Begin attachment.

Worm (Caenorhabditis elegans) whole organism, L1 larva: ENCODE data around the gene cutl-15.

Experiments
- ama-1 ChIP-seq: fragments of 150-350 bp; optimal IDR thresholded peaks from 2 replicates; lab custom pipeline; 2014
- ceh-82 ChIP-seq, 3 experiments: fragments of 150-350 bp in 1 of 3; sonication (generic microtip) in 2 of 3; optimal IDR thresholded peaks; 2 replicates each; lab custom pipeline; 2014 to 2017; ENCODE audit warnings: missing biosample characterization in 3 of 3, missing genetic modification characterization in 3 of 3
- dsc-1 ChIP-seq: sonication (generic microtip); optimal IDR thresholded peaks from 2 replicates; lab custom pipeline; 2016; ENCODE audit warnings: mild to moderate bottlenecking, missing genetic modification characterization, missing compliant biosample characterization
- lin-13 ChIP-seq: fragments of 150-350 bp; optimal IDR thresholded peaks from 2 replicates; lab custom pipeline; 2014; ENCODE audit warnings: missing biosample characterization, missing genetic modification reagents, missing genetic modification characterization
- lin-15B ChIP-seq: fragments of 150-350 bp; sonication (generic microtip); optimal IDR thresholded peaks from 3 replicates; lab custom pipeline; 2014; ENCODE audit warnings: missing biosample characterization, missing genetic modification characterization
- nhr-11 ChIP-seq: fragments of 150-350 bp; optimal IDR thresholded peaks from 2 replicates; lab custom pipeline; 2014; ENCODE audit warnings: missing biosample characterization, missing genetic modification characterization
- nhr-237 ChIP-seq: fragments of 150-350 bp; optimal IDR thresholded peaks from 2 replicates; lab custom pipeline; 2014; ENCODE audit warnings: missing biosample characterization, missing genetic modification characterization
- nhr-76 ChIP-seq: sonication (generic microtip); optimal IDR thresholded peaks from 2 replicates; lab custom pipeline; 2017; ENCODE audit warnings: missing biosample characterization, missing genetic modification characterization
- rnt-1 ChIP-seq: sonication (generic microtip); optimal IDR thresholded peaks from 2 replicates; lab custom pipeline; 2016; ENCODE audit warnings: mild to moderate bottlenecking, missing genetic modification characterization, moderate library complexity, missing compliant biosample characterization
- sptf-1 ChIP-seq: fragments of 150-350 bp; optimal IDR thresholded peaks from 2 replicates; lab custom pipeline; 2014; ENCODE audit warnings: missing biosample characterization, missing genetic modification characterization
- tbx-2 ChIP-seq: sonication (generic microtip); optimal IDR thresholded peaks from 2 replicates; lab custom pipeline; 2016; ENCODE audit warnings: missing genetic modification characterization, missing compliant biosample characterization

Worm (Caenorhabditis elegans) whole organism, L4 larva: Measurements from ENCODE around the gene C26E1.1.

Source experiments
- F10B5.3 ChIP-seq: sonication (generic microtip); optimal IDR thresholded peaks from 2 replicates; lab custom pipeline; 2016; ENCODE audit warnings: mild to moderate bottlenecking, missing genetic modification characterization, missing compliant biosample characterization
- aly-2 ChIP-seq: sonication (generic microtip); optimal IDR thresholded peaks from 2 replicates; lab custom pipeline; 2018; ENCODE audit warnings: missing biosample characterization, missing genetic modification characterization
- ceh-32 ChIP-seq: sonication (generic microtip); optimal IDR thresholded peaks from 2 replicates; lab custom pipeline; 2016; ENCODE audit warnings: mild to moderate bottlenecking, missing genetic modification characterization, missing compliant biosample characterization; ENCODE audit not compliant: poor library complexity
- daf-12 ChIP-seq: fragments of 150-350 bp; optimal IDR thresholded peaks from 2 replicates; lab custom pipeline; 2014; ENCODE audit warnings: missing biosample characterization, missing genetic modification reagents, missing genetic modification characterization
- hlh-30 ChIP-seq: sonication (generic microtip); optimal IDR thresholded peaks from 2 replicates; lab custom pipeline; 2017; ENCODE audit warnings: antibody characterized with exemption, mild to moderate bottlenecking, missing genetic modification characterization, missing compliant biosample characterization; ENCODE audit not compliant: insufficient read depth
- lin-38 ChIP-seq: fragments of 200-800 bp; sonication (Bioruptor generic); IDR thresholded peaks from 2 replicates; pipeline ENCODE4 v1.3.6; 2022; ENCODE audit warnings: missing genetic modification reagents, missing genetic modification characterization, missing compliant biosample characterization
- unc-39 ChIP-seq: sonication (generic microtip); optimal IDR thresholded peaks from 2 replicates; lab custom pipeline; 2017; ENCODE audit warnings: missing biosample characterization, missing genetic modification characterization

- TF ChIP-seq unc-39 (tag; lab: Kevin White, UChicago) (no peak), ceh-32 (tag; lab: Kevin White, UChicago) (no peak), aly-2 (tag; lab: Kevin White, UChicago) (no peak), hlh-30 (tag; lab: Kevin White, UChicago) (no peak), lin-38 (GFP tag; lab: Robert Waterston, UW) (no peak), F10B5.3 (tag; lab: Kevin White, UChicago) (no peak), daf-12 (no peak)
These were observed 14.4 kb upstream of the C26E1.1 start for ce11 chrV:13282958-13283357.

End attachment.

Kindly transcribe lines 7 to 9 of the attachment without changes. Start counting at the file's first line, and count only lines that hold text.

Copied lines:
- lin-15B ChIP-seq: fragments of 150-350 bp; sonication (generic microtip); optimal IDR thresholded peaks from 3 replicates; lab custom pipeline; 2014; ENCODE audit warnings: missing biosample characterization, missing genetic modification characterization
- nhr-11 ChIP-seq: fragments of 150-350 bp; optimal IDR thresholded peaks from 2 replicates; lab custom pipeline; 2014; ENCODE audit warnings: missing biosample characterization, missing genetic modification characterization
- nhr-237 ChIP-seq: fragments of 150-350 bp; optimal IDR thresholded peaks from 2 replicates; lab custom pipeline; 2014; ENCODE audit warnings: missing biosample characterization, missing genetic modification characterization